Monkey Rail

UPDATE: I ended up repainting the monkey rail white later down the road, because it was white on the original ship.  Just pretend this post, and all the photos it has of the rail show it as white.  Thanks!

Day 177.

The monkey rail is a railing that runs around the quarter deck at the rear of the ship.  It runs the entire length of the quarter deck, and wraps around the back.  It is made up of two parts – the monkey board and the monkey rail.  The Model Shipways Bluenose kit provides some detailed drawings to work from.

The monkey board is the ‘wall’ of the rail, and the monkey rail is the ‘top’ or ‘cap’.

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The monkey rail and board sit on top of the main rail, and wrap around the entire quarter deck.

The construction is fairly simple.  The monkey board is placed first, just inside the outer edge of the main rail.  It starts at the great beam, runs to the stern, around the back of the ship, and back up to the great beam on the other side.

The ends at the great beam are rounded.

The curves at the stern are pretty tight, and getting wood to bend that way could be tough.  So, the kit provides a laser cut piece to fill in that part of the monkey board.  Unfortunately, that won’t work for me.  Since I had to make my own custom-sized stern piece for the main rail, the kit-provided piece won’t work.  Even if it did, the piece is so thin and fragile, it broke in half as I was removing it from the sheet.

So, I need to get some wood bent to the right shape.  I started by soaking the wood strips in water.  I didn’t pay attention to how long – probably 20 or 30 minutes.  While the wood was soaking, I printed off another copy of my main rail templates, as these give me an accurate drawing the curve I need to fit.  I placed the drawing on a pin board and covered it with some wax paper.

Once the wood was good and soaked, I used a plank bending iron from Model Expo to heat the wood while I pressed it into a curved jig.  I wasn’t trying to get the exact curve I needed, I just wanted the wood to get at least partway there.

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I used a plank bending iron to curve the pieces for the monkey board at the stern.

Then I pinned the strips onto my pin board, and used a bunch of pins to hold the wood in place while it finished drying.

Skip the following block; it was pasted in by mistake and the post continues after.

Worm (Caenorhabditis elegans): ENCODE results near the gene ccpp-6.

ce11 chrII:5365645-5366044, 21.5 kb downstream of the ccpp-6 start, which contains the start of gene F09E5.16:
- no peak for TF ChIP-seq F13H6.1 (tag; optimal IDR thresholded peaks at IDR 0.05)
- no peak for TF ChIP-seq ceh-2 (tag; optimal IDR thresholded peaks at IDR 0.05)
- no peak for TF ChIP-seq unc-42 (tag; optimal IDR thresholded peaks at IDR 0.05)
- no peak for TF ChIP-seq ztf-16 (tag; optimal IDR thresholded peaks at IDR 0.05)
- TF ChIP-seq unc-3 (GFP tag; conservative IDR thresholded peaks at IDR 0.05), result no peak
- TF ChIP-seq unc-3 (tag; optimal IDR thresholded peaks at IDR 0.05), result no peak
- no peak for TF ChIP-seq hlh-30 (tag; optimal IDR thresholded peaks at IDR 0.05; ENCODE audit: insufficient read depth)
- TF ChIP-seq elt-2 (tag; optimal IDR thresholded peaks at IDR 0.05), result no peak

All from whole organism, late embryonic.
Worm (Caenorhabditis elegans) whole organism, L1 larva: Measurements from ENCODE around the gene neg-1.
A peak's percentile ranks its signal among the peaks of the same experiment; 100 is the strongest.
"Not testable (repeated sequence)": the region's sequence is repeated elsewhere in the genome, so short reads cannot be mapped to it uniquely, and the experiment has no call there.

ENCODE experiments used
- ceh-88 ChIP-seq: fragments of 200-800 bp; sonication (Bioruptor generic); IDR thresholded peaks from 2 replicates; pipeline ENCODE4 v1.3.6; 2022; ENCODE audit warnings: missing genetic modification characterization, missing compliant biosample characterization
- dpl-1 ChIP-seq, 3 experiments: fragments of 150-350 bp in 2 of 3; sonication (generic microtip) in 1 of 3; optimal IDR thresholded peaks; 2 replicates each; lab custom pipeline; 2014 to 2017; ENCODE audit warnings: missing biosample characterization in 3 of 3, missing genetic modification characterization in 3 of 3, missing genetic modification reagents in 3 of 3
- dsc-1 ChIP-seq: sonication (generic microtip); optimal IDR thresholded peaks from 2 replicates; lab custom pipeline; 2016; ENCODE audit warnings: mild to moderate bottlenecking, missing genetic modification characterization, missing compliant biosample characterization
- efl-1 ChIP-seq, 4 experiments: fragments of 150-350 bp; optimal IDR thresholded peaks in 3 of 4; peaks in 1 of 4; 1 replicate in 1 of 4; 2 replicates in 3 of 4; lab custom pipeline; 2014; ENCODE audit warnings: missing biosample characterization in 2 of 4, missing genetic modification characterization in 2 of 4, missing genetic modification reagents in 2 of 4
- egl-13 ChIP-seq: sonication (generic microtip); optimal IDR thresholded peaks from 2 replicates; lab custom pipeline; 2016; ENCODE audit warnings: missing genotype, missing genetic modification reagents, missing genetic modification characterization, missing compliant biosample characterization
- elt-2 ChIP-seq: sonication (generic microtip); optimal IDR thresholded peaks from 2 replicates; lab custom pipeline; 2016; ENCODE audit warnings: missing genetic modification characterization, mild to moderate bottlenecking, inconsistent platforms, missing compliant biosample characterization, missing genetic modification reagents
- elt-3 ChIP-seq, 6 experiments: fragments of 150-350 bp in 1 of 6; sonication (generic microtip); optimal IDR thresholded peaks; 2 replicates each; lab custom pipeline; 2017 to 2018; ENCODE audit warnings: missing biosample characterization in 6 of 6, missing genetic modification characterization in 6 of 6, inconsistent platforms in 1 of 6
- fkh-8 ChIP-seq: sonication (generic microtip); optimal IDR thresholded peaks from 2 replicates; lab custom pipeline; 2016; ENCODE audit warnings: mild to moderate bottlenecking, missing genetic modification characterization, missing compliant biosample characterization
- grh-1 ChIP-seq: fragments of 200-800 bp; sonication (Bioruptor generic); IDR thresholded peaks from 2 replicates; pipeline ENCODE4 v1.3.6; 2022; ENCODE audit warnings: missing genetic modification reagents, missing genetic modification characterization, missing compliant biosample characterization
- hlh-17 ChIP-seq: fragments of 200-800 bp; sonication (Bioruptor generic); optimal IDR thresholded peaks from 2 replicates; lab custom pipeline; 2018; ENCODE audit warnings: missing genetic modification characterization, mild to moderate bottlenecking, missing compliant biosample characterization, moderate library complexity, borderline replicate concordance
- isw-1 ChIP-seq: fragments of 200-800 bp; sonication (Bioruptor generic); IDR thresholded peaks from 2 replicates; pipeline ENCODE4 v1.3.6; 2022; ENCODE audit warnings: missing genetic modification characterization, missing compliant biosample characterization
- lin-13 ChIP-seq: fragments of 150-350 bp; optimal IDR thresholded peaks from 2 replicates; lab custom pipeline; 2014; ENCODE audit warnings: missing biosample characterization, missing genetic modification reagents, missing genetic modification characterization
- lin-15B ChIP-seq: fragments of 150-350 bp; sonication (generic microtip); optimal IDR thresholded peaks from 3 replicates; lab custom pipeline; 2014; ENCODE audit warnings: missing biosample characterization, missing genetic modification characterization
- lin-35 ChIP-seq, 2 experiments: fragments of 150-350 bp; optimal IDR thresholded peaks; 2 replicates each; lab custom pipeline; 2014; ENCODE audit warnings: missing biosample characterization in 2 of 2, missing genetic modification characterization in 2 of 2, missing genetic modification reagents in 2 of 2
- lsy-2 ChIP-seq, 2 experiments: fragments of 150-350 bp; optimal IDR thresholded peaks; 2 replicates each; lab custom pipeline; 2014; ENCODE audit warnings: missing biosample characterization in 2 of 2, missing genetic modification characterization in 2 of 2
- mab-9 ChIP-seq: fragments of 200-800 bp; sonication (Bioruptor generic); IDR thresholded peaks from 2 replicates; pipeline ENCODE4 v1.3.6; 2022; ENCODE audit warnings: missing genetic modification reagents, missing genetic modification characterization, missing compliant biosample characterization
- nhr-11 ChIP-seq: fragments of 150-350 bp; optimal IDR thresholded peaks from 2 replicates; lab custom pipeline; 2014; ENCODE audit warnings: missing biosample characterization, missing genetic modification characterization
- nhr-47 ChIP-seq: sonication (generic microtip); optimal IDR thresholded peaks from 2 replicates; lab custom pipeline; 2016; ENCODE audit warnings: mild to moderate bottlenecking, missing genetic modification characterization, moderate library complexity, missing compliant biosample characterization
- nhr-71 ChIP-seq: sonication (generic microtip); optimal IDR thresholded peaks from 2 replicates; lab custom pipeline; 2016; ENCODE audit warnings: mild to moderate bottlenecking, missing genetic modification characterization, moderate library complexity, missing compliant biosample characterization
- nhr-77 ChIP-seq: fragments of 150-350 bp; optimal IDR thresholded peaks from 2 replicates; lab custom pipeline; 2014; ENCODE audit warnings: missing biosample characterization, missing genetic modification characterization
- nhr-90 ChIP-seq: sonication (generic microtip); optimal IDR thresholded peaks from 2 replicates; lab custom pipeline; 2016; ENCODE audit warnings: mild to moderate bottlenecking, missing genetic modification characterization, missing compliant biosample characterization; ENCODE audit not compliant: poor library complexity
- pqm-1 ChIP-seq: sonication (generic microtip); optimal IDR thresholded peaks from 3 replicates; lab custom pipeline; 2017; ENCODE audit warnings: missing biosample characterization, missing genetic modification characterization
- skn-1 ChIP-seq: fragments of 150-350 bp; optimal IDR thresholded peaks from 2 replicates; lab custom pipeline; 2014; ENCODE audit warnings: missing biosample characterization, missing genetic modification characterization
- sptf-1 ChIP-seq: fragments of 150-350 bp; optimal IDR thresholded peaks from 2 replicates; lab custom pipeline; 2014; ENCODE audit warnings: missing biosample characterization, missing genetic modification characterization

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After using the iron to get the initial curve, the pieces were pinned down over a drawing of the stern and allowed to dry with the final curves.

I decided to make the strips just round the curve.  I didn’t try to make them meet up in the middle.  I’ll fill in that gap later with a simple straight piece.

After the pieces fully dried, they were cut to size, sanded, and painted.  I marked them on the bottom as port/starboard since they were each bent to a specific side of the ship.  I used the same technique I’ve used previously for painting these small pieces – I taped them down to a board.

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The finished pieces for the monkey board at the stern are sanded, primered, and painted.

Once I had them primered and painted white, I glued them in place the ship.  Getting these curved pieces in just the right spot will serve as a guide for where the remaining pieces go.

With those in place, I cut the small piece to fill in the gap at the stern.

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Once the pieces are installed, I cut and installed a filler piece to finish off the stern.

Finally, I cut pieces of strip wood to make the longer runs down the sides of the ship.  I rounded the ends, sanded, and painted.  These were then glued to the ship.

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Long strips were used to complete the monkey board up to the great beam.

As a final step I cleaned up the joints.  I sanded them down, then applied some wood filler. After sanding the filler down to get a smooth joint, I touched up the paint with a fine brush.

With the monkey board complete, time to start in on the monkey rail.

The monkey rail is a little trickier.  Not only do we need to deal with the curves of the stern, we also need to ensure the rail ‘bends’ down over the monkey board’s curved ends near the great beam.

I considered trying to actually bend the wood strips for those ends, but decided to follow the suggestion in the instructions.  The curved pieces will be carved out of wood.  I selected a piece of wood strip that had the right width, but was considerably thicker.  I held this next to the monkey board and traced the curve onto the strip.

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To make the end caps for the monkey rail, I traced the shape of the board onto some wood.